Recently, the study of nonMarkovian quantum dynamical maps has received much attention because of the high degree of control reached in many experimental setups that allows to exploit physical effects not explainable with the use of a quantum dynamical semigroup. Although various approaches exist in the literature, a general formulation of nonMarkovianity is still under debate^{6}.
In this work, we use the definition adopted in ref.^{9}, where the nonMarkovianity is associated with the lack of CPdivisibility of a dynamical map. A (CP and tracepreserving) dynamical map Λ_{ τ } is called CPdivisible if one can write
such that the intertwining map \({{\mathscr{V}}}_{\tau ,s}\) is CP for all τ,s. The quantum dynamical semigroup generated by the Lindblad master equation (7) obviously satisfies this property because there we have \({{\mathscr{V}}}_{\tau ,s}={{\rm{\Lambda }}}_{\tau s}\). When \({{\mathscr{V}}}_{\tau ,s}\) is positive, the map Λ_{ τ } is called Pdivisible (which is weaker than CPdivisibility). Most nonMarkovianity measures are based on Pdivisibility^{6}.
Following ref.^{22}, we call a dynamical map which is not even Pdivisible an essentially nonMarkovian map.
In order to have a meaningful thermodynamic interpretation of this kind of dynamics and to compare it with the situation described in the previous section, we restrict to those evolutions that have a Gibbs state ρ ^{(β)} as their unique asymptotic state. In this case, one can use β ^{−1} as a reference equilibrium temperature and the entropy production σ _{ τ } reads as in Eq. (6). For a nonMarkovian evolution the asymptotic state is not necessarily an invariant state of the dynamics^{19}, thus we can distinguish two different situations,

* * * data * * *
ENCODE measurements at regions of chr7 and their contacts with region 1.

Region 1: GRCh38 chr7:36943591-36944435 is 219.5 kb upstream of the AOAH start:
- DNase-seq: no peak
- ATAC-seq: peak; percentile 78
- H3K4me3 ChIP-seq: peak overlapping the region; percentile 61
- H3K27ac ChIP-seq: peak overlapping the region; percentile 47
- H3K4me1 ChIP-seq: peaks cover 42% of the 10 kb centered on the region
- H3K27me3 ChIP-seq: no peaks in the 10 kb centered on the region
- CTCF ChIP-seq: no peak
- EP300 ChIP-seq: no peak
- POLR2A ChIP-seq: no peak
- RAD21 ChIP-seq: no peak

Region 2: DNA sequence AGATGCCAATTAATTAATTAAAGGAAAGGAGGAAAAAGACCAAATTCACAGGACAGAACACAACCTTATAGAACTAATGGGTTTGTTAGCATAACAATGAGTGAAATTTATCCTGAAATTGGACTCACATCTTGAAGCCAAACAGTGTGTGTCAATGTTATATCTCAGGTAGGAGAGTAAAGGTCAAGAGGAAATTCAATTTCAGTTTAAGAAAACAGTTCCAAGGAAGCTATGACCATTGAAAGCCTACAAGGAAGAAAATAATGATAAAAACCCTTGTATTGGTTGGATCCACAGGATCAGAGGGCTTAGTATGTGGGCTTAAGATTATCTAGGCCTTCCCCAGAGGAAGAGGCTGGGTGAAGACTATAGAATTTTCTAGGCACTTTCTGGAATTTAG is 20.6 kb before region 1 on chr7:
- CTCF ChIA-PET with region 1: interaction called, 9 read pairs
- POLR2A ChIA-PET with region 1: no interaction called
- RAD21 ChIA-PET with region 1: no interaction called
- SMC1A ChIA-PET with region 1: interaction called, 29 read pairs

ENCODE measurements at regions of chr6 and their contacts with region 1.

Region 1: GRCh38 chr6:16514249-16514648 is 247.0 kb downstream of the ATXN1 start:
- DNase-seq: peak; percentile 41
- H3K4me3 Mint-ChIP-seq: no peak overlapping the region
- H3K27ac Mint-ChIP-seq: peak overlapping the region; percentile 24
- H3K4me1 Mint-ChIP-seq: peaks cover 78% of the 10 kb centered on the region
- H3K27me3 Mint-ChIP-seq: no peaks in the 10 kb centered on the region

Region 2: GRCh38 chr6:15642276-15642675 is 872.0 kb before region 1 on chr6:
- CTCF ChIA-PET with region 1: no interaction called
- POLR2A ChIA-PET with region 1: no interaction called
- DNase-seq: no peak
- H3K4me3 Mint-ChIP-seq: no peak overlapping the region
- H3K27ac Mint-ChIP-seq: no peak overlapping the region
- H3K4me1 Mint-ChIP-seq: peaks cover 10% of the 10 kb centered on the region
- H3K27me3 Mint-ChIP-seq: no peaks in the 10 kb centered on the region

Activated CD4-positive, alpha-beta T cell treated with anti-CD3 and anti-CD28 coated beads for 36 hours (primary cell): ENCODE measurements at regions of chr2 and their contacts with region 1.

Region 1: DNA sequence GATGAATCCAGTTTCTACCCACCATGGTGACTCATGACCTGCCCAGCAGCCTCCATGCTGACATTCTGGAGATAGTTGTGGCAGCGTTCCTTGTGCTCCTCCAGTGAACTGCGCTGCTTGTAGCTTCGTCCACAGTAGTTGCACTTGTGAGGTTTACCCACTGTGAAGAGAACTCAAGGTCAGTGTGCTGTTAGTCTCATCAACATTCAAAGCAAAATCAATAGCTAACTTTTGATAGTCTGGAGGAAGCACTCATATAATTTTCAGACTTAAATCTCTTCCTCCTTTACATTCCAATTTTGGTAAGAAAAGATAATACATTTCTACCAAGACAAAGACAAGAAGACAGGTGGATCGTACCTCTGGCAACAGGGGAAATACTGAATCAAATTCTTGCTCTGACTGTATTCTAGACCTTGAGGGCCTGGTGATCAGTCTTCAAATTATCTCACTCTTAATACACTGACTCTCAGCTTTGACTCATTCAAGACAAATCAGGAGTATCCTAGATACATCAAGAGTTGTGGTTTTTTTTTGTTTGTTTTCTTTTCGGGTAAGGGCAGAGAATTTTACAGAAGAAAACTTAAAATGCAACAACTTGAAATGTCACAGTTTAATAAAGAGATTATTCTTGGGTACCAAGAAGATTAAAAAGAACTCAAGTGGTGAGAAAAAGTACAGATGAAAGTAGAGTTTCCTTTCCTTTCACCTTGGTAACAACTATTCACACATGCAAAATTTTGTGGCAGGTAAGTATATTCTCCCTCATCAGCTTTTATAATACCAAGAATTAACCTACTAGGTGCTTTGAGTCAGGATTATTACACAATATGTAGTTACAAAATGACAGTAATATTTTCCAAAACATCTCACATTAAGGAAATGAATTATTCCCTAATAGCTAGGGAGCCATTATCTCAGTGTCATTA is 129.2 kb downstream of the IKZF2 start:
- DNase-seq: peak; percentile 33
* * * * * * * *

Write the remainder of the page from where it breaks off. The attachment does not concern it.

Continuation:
(i)
\(\forall \tau \quad {{\rm{\Lambda }}}_{\tau }[{\rho }^{(\beta )}]={\rho }^{(\beta )}\),

(ii)
\(\exists \tau \quad {\rm{such}}\,{\rm{that}}\quad {{\rm{\Lambda }}}_{\tau }[{\rho }^{(\beta )}]\ne {\rho }^{(\beta )}\).
In the first case, since Λ_{ τ } is always taken to be CP, the integrated entropy production \({{\boldsymbol{\Sigma }}}_{\tau }\,:={\int }_{0}^{\tau }\,{{\boldsymbol{\sigma }}}_{\tau ^{\prime} }\,{\rm{d}}\tau ^{\prime} \) is always nonnegative. Indeed, by means of Eq. (6), one obtains
where we have used that the relative entropy monotonically decreases under completely positive maps and property (i). Note, however, that the rate σ _{ τ } can become temporarily negative if the dynamics is essentially nonMarkovian (i.e., not Pdivisible). Instead, it has been recently proved that if Λ_{ τ } is at least Pdivisible, then \({\partial }_{\tau }{\mathbb{S}}\,({{\rm{\Lambda }}}_{\tau }[{\rho }_{1}]\parallel {{\rm{\Lambda }}}_{\tau }[{\rho }_{2}])\leqslant 0\), for any pair of density matrices ρ _{1} and ρ _{2} ^{23}; in which case \({{\boldsymbol{\sigma }}}_{\tau }\geqslant 0\,\forall \tau \). Concerning the lack of Pdivisibility, in Example I, we discuss a dynamics which fulfills property (i) but with σ _{ τ } < 0 in a certain time interval.
In case (ii) the above line of argumentation cannot be used to show that \({{\boldsymbol{\Sigma }}}_{\tau }\geqslant 0\) because the necessary substitution ρ ^{(β)} → Λ_{ τ }[ρ ^{(β)}] is not allowed. In fact, in Example II, we show that the inequality in Eq. (10) may be violated.